How To Talk to Children About Separation

How To Talk to Children About Separation

How To Talk to Children About Separation

Telling children that their family will no longer live in the same home is one of the most difficult parts of ending a marriage or relationship. There’s no easy way to do it, but there are definitely better and worse ways. How and what you say is definitely dependent on the age of your kids. Consider these general DO’s and DON’Ts for pre-teen kids…

 

THE DON’Ts…

  • Don’t tell lies or make promises you don’t have control over. “Daddy’s leaving but he’ll be back” sets them up for more pain down the road.

 

  • Don’t give them information they can’t handle. Children do not benefit from knowing the details of who felt wronged by whom.

 

  • Don’t say that Mommy and Daddy don’t love each other anymore. This is in the TMI category; it makes children wonder if their parents will stop loving them one day.

 

  • Don’t be negative or blaming of the other parent. This can be very HARD sometimes, but it is simply in the best interest of the children for each parent to support the other whenever possible in front of the children. I’m seeing a lot of parental alienation lately, with parents turning children against the other parent. It’s a very disturbing trend.

 

  • Don’t ask the kids to choose a parent to believe, love, or live with. That’s a terrible position to put them in, and far too much power for a child to manage. Children need to feel free to love all the people who support them, whether you like them or not. In general, adults should make decisions about where children live.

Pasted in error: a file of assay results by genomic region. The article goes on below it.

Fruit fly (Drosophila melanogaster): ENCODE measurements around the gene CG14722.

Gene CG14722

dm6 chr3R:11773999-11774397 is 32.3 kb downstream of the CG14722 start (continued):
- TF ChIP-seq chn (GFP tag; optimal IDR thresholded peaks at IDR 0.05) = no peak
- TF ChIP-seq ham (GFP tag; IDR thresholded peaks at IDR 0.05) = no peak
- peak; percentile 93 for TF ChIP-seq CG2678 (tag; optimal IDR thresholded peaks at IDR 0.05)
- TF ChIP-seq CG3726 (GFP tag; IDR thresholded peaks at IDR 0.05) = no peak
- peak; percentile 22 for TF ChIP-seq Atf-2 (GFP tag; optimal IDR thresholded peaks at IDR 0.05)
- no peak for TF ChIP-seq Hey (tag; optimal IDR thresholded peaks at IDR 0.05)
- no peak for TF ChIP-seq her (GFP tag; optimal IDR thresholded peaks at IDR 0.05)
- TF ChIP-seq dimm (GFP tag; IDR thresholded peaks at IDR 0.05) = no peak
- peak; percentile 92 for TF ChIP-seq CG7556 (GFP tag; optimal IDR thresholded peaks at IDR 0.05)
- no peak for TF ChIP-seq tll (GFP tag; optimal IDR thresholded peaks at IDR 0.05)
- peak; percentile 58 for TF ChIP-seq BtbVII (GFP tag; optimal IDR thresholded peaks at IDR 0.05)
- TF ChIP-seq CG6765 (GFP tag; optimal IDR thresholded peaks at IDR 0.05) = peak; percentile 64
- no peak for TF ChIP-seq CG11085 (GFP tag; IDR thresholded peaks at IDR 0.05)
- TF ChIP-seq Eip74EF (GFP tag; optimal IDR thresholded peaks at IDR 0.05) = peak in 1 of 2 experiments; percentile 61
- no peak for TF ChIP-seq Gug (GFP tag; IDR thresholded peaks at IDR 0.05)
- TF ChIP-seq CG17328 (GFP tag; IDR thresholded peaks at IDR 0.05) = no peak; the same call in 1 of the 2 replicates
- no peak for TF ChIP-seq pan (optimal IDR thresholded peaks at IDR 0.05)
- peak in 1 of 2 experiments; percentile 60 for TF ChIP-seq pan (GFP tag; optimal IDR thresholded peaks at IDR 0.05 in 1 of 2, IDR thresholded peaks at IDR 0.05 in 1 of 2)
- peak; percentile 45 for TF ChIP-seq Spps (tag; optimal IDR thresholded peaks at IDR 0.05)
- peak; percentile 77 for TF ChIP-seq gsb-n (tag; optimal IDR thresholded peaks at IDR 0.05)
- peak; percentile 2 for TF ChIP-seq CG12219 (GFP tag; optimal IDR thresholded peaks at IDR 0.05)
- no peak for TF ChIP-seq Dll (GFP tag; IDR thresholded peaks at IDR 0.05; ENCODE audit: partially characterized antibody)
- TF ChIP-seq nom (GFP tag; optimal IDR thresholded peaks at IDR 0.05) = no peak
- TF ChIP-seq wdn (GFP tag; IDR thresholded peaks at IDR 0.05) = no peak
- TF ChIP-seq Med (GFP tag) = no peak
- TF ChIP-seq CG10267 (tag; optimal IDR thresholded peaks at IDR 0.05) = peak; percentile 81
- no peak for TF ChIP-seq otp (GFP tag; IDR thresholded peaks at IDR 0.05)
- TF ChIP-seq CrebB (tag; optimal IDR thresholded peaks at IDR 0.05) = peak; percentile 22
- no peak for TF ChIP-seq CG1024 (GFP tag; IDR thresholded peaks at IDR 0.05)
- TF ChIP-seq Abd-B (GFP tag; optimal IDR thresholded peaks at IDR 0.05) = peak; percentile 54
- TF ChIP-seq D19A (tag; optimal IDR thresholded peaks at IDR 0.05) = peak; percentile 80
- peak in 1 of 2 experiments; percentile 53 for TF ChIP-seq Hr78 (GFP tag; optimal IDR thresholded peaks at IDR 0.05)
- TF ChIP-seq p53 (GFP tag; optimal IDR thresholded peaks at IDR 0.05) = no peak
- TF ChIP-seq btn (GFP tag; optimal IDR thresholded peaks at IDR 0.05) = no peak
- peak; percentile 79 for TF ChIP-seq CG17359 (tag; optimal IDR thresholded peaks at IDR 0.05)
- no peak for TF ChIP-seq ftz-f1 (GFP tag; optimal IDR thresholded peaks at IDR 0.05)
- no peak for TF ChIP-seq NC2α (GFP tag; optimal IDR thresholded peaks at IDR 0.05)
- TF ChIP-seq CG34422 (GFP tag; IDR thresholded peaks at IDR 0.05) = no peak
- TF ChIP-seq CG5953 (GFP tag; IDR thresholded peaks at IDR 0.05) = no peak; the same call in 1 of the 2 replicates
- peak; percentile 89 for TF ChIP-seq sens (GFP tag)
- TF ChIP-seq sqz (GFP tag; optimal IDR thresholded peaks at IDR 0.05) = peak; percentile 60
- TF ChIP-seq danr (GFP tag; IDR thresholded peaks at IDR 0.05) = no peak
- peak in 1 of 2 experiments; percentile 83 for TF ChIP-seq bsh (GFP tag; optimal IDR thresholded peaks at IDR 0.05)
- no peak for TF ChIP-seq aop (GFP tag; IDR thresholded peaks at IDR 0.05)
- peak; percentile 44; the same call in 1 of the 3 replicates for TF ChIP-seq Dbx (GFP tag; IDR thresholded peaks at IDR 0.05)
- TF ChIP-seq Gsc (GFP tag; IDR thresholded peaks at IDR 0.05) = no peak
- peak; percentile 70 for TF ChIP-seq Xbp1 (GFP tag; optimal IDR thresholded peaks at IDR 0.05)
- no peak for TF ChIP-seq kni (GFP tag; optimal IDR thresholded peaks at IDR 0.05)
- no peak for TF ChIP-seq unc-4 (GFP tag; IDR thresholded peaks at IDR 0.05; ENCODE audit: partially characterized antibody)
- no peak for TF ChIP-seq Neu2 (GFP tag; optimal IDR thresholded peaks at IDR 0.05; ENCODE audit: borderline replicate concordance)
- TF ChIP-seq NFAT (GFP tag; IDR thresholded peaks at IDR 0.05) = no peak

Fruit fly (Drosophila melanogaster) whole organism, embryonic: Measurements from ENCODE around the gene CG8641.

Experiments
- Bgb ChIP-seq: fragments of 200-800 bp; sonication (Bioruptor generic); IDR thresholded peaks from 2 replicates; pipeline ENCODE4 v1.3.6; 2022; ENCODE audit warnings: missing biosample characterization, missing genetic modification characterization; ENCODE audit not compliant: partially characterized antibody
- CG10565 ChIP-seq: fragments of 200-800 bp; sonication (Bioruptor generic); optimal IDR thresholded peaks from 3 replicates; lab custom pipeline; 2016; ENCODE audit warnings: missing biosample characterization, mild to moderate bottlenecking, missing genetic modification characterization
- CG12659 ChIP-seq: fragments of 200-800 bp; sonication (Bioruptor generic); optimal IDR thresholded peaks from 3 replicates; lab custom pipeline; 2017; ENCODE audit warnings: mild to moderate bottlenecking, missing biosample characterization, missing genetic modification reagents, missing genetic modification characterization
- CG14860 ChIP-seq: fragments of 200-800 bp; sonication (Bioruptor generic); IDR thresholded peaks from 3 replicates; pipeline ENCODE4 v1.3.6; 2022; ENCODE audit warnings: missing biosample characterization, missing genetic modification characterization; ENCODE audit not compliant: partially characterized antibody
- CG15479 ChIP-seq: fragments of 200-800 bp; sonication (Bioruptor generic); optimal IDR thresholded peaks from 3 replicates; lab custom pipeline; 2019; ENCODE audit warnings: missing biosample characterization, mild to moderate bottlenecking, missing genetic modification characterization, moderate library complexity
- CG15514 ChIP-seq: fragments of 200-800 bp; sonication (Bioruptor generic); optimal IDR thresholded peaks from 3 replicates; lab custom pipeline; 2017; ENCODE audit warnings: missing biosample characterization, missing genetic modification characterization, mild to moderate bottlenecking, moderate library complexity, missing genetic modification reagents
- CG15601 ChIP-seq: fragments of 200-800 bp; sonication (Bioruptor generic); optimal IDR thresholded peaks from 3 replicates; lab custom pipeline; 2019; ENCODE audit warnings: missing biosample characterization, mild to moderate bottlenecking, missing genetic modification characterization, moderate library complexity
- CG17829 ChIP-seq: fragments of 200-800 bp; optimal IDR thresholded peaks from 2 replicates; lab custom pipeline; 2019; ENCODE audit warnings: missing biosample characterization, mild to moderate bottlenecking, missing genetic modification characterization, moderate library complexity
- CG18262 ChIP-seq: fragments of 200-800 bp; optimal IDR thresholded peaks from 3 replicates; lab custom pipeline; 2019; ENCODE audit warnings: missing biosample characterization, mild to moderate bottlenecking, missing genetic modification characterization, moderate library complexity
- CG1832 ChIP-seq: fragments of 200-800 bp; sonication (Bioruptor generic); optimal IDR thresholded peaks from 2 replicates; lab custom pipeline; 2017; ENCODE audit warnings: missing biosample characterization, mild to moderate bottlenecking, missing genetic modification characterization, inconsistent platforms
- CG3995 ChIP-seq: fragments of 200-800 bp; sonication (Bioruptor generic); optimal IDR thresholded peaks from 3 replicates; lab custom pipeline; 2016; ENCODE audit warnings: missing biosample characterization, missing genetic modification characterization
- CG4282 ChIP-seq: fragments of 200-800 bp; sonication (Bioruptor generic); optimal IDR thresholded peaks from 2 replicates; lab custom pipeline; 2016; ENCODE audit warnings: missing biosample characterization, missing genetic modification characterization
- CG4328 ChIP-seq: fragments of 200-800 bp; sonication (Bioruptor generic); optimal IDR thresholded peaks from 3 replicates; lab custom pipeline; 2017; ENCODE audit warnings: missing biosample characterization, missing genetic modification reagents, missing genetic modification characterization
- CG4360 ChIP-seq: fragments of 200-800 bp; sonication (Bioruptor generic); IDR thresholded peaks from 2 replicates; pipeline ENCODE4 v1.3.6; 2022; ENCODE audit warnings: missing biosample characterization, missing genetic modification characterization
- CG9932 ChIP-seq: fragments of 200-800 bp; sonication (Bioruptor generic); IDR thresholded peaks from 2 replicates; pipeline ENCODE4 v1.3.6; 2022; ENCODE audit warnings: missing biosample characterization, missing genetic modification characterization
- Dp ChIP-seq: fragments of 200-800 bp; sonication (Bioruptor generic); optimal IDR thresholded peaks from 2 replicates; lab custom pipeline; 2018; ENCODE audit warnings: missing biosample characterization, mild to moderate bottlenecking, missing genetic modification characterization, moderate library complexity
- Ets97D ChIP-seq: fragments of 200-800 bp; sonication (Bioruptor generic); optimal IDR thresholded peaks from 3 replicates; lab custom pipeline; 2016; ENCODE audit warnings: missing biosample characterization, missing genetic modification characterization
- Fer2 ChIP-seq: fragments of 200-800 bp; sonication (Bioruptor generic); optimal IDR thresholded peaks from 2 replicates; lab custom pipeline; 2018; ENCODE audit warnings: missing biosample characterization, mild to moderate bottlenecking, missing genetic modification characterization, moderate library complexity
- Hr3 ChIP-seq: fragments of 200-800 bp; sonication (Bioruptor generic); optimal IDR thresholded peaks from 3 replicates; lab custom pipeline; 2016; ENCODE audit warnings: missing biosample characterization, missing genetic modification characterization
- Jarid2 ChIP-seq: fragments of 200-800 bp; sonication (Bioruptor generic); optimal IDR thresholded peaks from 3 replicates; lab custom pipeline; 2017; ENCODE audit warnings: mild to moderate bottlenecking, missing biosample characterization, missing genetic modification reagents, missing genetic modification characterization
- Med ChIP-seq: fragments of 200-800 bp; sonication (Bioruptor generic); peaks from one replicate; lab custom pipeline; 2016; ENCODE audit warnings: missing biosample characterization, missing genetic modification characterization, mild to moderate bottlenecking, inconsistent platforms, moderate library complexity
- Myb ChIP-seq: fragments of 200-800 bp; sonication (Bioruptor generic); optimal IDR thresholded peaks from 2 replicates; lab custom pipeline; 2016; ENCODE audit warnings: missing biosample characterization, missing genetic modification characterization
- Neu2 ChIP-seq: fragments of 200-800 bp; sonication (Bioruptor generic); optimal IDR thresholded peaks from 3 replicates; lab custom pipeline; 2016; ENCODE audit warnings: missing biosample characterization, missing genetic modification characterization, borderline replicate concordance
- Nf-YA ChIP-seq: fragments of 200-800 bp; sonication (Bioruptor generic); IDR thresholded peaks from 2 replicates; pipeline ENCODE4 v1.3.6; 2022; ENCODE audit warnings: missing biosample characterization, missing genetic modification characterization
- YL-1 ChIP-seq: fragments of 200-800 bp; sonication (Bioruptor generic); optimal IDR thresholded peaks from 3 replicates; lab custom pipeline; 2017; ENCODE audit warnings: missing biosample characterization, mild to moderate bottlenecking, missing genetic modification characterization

• Don’t assume that they’re fine just because they’re quiet. If they don’t say a lot, ask them what they’re wondering about and feeling.

 

The DO’s…

  • Do tell them the news together if possible, in a caring, supportive way.

 

  • Do tell them only when there will actually be changes that they will see. Young children who don’t have a strong sense of time will be confused if you say Mommy’s leaving and then she doesn’t. Tell them when you have information about what changes will be happening and when.

 

  • Do tell them that it’s about Mommy and Daddy (or Daddy and Daddy, or Mommy and Mommy, of course), not about them. Kids will blame themselves even though that seems preposterous to us.

 

  • Do keep it simple. You can say something like  “Sometimes parents decide not to live in the same house anymore. This is going to happen to our family, and we will both always be here for you.”

 

  • Do answer their questions. In general, kids only ask questions they’re ready to hear the answers to. But be careful not to give negative information about the other parent.

 

  • Do help them explore what will be different or the same in their lives, what friends’ have had parents separate, and what they think they will need in order to make it as smooth a transition as possible (two teddy’s?).

 

  • Do minimize the number of changes in the child’s life. Splitting a family is one thing; moving schools or neighbourhoods is additional stressor.

 

  • Do watch the children closely for signs of stress (change in temperament, school struggles, shutting down or aggression) and seek professional advice if you need it.

 

I believe that having children together is a good reason to work hard at a marriage, and I also believe in the right we all have to decide who we are married to. I believe that, more than needing parents to be together in the same home, children mostly need parents to be happy, present in their lives, and mutually supportive. You have the power to give your children those gifts as you go through a separation.


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